Discussing murder, abduction over chai-pakoda: My experience of meeting former Chambal dacoits
It is difficult to feel scared of these former bandits when they look and behave like grandfathers.india Updated: Nov 26, 2017 17:34 IST
“Weren’t you scared?” my colleagues have been asking me since I have returned from my four-day trip to meet some of the former dacoits of the Chambal area. I don’t have an answer. How does one describe the experience of chatting, laughing and sharing food with someone who admits to having committed murder? And not one or two at that, but hundreds?
Once upon a time, the ravines of Chambal – or beehad as it is locally know – were notorious for the armed gangs of dacoits it harboured. But the last big police encounter with a dreaded dacoit – someone who could instil fear in the public was 10 years back, in 2007, of Rambabu Gadariya. Gadariya had been killed in the encounter. Smaller encounters have happened since, one as recent as last year. But Umesh Joga, IG, Chambal Zone, Madhya Pradesh, tells me the ravines are free of its dreaded human inhabitants. There have also been many surrenders over the years.
What is life like for these former bandits – the ones who voluntarily laid down arms, have served prison time and been released? Have they managed to integrate back in society, or are they still some kind of social outcast, feared and avoided by their neighbours. It was to find the answer to this question that I had made the trip to Chambal. The area spreads across the three states of Madhya Pradesh, Uttar Pradesh and Rajasthan.
In a village in Madhya Pradesh’s Bhind district, Munna Singh, a 70-year-old former dacoit is waiting for me with his family and friends. Thin to the point of frailty, Munna Singh has a bright red tika on his forehead and wears a turban that is bigger than his head. He insists that his grand-nephews and nieces - Munna Singh never married - touch my feet and fusses over me, trying to get me to sample the pakodas, tea and chaas that his family has set before me. He takes me to visit the local school, where he says he often drops in to spend time with the children. The teacher stands up respectfully as he enters. Munna Singh, evades answering how many murders or abductions he had had a hand in during his dacoit days, but admits that they were many.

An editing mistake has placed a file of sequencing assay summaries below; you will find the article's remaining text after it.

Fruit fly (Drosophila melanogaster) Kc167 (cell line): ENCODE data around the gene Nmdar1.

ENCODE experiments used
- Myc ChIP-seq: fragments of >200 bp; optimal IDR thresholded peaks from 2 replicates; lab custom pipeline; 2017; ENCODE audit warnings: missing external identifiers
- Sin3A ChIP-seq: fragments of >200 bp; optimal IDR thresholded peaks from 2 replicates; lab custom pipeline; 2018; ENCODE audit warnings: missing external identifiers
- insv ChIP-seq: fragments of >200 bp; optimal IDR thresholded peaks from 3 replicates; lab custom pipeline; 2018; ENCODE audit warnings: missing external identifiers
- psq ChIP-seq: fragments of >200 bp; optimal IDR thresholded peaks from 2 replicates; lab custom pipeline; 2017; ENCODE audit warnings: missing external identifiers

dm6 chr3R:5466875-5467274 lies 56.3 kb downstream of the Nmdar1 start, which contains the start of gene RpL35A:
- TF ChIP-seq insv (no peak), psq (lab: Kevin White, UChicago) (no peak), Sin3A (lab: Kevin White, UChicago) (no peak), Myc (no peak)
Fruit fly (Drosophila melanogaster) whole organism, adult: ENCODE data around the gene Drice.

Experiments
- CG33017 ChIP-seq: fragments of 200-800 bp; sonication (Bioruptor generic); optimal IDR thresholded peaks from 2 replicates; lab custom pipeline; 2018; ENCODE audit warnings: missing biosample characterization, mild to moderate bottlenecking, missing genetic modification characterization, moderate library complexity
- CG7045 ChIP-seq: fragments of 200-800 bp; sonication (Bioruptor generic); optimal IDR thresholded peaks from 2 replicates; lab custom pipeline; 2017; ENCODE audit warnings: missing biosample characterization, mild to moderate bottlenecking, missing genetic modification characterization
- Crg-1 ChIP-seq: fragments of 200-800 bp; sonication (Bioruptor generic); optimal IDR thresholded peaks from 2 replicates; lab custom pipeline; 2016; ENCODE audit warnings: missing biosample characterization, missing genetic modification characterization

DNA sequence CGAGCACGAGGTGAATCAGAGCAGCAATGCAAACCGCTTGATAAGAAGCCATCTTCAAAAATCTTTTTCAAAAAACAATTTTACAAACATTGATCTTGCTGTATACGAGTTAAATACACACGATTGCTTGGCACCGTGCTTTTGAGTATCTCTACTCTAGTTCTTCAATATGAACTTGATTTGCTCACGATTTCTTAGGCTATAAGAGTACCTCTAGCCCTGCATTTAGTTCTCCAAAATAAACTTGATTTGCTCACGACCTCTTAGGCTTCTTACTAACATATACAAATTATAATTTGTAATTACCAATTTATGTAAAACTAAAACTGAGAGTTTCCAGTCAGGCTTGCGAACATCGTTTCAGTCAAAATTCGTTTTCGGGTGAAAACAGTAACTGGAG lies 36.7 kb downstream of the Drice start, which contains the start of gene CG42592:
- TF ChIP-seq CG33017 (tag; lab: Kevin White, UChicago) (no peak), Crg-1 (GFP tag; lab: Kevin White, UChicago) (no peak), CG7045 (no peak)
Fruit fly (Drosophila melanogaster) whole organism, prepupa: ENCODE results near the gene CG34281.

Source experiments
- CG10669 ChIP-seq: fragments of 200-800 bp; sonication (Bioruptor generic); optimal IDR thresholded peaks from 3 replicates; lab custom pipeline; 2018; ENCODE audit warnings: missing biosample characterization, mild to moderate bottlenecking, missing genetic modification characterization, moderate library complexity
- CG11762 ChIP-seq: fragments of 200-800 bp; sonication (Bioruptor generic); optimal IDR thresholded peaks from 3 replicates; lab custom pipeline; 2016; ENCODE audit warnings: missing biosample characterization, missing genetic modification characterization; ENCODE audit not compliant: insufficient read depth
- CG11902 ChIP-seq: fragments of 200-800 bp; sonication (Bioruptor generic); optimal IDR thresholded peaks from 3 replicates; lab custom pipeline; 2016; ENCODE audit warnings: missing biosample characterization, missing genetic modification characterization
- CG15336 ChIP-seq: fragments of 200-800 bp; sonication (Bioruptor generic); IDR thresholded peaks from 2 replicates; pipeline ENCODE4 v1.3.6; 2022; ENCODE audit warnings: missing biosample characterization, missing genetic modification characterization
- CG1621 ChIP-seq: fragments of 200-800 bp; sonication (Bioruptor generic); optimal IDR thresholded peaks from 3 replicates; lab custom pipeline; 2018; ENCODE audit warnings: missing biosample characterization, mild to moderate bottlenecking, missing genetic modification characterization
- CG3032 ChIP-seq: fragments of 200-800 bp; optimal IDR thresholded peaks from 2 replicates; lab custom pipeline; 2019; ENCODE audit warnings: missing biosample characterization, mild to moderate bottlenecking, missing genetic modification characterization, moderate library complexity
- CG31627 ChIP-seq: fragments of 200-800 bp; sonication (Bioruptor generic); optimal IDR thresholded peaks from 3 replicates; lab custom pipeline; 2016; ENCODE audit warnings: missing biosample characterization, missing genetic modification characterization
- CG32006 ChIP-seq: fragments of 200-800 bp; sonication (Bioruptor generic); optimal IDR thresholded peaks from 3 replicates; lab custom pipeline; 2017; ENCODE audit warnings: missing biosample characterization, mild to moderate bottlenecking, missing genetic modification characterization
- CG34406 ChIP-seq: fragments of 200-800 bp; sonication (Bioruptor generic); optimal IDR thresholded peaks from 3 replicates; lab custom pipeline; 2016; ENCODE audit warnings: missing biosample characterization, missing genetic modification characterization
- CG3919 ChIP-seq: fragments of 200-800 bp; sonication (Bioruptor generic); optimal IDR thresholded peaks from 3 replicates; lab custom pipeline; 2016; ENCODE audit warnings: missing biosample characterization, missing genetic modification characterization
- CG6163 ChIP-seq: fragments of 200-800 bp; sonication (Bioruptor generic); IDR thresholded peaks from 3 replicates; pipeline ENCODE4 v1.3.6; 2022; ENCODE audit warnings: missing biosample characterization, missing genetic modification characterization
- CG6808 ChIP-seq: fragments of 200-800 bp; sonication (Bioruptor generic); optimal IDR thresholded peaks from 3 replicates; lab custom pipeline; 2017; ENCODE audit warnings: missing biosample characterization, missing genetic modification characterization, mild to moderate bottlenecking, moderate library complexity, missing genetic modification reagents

In another village in Morena – also a district in Madhya Pradesh, 80-year-old Mohar Singh is more open about the crimes he committed – he had 400 cases of murder registered against him when he surrendered in 1972, he says. Dressed in a dhoti, kurta and Nehru jacket, he is a picture of the respected village elder, but he still handles the rifle that someone hands him, with ease. Most of the former dacoits have received license for one rifle - for self protection. “Should I fire and show you?” he asks, with a laugh. Then extending the rifle towards me he asks me to try my hand at it.
My mind told me I should be bothered, even scared, may be. But it was difficult to feel fear when in the next breath he asks me whether I have had breakfast. At the Gandhi Ashram in Morena, where the former bandits spin yarn, make honey and grow plants, Mohar Singh, gets me lemons grown in their orchard and would have got someone to make me lemonade if I had given him half a chance.
Their concerns today are the common concerns of the elderly – job for their family members and safety for their children – of course, in their case safety becomes an issue given the number of enemies they made as bandits. While most of the former bandits I met – Malkhan Singh, Hari Singh Parmar, Bahadur Singh, Balwant Singh Tomar - gave disputes (often within the family) or harassment (by influential or rich people in the village or the panchayat and the authorities), as the reason for becoming dacoits – Tomar, nephew of soldier and athlete- turned bandit Paan Singh Tomar, admitted that once they became dacoits, they were completely nirmohi – or without emotions.
The years in the jungle have given them an edginess, even as they sit in the comfort of their living rooms. But it is difficult to imagine their exploits or be afraid of them, when they look and behave as grandfathers. Much easier to imagine those as some kind of disturbing fire-side stories.
As for their social standing – the love and respect they command from their neighbours and families is difficult to explain. The bandits – or baaghis (rebels) – as they call themselves, give a reason for it. To know what’s that reason, read their story here.